SCOTUS Commission: Short-term Payback Under the Guise of Long-term Reform

On Tuesday, the Presidential Commission on the Supreme Court of the United States held its third meeting and 2nd round of hearings since being formed by President Joe Biden earlier this year. The meeting consisted of 6 panels of experts that commissioners questioned about various proposals for changes to the Court.  This one was much more partisan then the first two with progressive panelists making outrageous claims.  However, Harvard Professor Stephen Sachs summed up the commission well:

The public will see through efforts to recast court-packing as “court expansion,” jurisdiction-stripping as “jurisdiction channeling,” and so on. It will see through efforts to pursue short-term partisan payback under the guise of long-term reform. And because legitimacy is a two-way street, reforms that are not perceived by both sides as enhancing the courts’ legitimacy will never succeed in doing so.

A sample of those outrageous claims come from Harvard Professor Michael Klarman.  Klarman's testimony reads like a DNC intern's idea of a speech for the Chair.  After ten pages of political diatribe against the GOP that literally has nothing to do with the Supreme Court he writes: "What does any of this have to do with the Supreme Court and the question of whether it is in need of reform?"  While he continues his rant for nine more pages he eventually lays out his goal:

"The real question confronting Democrats should not be whether to expand the Court but when to do so."

Unsurprisingly, the Commissioners didn't direct as many questions to those providing a conservative-leaning perspective.

Witnesses providing a conservative perspective included Ilya Shapiro, John Malcolm, Curt Levey, Randy Barnett, and Stephen Sachs. 

Shapiro's remarks focussed on the Supreme Court confirmation process. Specifically, his testimony discussed the politicization of the process:

In the end, all of this “reform” discussion boils down to re‐​arranging the deck chairs on the Titanic. And this Titanic is not the appointment process, but the ship of state. The fundamental problem we face, and that the Supreme Court faces, is the politicization not of the process but of the product. The only way judicial confirmations will be detoxified, and the only way we reverse the trend whereby people increasingly see judges as “Trump judges” and “Obama judges,” is for the Supreme Court to restore our constitutional order by returning improperly amassed federal power to the states, while forcing Congress to legislate on the remaining truly national issues rather than letting bureaucratic rules govern us.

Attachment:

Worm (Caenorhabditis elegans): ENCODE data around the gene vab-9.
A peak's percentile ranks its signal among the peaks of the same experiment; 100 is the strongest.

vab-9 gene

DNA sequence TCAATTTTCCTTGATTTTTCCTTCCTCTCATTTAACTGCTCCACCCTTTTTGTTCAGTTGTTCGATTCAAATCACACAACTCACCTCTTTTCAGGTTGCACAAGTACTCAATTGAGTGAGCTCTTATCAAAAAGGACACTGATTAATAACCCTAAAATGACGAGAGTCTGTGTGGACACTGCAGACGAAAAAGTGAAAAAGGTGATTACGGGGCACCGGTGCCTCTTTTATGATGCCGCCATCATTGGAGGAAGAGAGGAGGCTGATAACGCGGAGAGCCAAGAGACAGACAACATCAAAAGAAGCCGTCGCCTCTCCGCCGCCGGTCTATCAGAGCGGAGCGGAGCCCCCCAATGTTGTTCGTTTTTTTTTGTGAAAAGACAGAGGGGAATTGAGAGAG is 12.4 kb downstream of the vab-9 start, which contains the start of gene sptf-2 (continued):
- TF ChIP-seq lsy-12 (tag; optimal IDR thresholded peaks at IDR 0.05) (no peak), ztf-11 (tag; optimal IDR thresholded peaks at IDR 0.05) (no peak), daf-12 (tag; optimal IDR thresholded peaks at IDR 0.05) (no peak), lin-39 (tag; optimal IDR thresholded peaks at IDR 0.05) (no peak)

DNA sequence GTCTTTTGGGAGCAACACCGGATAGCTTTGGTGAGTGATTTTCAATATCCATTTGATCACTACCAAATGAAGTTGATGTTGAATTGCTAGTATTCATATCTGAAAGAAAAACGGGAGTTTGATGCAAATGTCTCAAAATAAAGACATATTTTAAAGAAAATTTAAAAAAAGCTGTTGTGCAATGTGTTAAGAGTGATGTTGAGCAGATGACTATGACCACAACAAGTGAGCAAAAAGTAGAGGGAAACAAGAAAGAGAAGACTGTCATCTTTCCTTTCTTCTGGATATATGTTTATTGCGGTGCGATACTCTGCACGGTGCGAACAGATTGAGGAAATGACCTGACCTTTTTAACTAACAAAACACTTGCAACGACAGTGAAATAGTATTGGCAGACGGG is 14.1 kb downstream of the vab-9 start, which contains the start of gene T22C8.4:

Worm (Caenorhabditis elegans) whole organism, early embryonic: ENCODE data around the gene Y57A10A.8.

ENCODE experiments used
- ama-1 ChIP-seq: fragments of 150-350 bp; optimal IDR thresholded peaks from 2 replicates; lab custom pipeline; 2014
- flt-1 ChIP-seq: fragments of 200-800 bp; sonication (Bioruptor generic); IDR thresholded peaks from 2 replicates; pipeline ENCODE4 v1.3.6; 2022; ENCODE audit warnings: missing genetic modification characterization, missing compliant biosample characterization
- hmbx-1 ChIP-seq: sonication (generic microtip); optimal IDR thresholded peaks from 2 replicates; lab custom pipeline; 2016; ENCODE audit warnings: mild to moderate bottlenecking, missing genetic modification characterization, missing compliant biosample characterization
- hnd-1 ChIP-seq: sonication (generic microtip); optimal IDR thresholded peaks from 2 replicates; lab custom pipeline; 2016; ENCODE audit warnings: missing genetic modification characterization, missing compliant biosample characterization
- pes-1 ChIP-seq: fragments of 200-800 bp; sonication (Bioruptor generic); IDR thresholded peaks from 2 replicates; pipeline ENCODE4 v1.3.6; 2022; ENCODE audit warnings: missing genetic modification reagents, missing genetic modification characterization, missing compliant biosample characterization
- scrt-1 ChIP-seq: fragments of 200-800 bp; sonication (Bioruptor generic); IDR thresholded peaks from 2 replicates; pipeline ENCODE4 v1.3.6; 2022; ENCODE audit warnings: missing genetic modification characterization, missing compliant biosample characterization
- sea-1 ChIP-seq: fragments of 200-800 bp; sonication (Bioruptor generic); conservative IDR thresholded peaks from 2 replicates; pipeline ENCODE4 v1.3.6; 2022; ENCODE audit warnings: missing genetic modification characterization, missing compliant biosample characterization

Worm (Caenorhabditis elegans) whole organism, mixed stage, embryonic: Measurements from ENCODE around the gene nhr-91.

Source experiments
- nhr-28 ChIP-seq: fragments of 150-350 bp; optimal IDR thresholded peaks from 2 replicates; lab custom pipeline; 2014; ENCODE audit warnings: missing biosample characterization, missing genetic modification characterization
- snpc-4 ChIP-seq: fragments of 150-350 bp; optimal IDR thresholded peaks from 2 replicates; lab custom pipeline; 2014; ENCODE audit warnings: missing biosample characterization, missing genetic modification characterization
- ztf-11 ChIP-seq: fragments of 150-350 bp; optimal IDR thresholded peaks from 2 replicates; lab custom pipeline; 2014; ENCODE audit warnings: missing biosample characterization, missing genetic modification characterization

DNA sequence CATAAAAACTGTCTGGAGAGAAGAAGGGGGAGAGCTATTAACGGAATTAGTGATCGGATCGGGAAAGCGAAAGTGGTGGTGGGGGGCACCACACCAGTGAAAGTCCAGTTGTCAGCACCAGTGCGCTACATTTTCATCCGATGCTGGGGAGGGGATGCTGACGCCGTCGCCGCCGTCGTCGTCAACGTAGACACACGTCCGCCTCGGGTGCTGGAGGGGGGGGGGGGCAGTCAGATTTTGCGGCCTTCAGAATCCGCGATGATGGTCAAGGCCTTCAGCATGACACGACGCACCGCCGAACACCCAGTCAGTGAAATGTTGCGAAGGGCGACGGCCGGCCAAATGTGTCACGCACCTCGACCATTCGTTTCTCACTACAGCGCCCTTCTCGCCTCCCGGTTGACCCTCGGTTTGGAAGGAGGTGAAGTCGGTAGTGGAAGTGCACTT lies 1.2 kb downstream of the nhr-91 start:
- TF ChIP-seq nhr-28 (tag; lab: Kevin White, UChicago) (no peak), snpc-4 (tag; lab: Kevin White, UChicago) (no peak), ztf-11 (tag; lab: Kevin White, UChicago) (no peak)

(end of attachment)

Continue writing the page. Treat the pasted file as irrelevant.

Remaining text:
Both Malcolm and Levey were tasked with giving a more broad overview of their perspective on whether the Supreme Court should be reformed. Both pushed back against the idea that the Court has strictly become a partisan body with predictable outcomes:

While a grab bag of ideas were proposed at Tuesday's meeting, the most prominent proposal being considered by the Commission is whether "packing" the Supreme Court should be pursued. As Barnett's testimony pointed out, a 1937 Senate Judiciary Committee's report on FDR's court packing plan says it all:

It stands now before the country, acknowledged by its proponents as a plan to force judicial interpretations of the Constitution, a proposal that violates every sacred tradition of American democracy.

Under the form of the Constitution it seeks to do that which is unconstitutional.

Its ultimate operation would be to make this Government one of men rather than one of law, and its practical operation would be to make the Constitution what the executive or legislative branches of the Government choose to say it is—an interpretation to be changed with each change of administration.

It is a measure which should be so emphatically rejected that its parallel will never again be presented to the free representatives of the free people of America.

The Commission should reject the radical proposals like court packing being proposed by the mostly left-leaning witnesses being called to testify and resist the pressure by the left to produce a report that provides cover for Democrats to radically change the Supreme Court.  The reality is the Court is not the problem.  As Professor Sachs concludes:

The Court is not getting in Congress’s way; the main barrier to major legislation, whether on voting rights or climate or health care or anything else, is cobbling together 50 votes in the Senate, not five votes on the Supreme Court. The most controversial topic that might arise in the next Term is whether to revisit Roe v. Wade; whatever one’s views, doing so would allow democratic majorities to make their own decisions, not prevent them. And the public’s approval of the Supreme Court, at least as of last year’s Gallup poll, was higher than it has been for most of the last decade.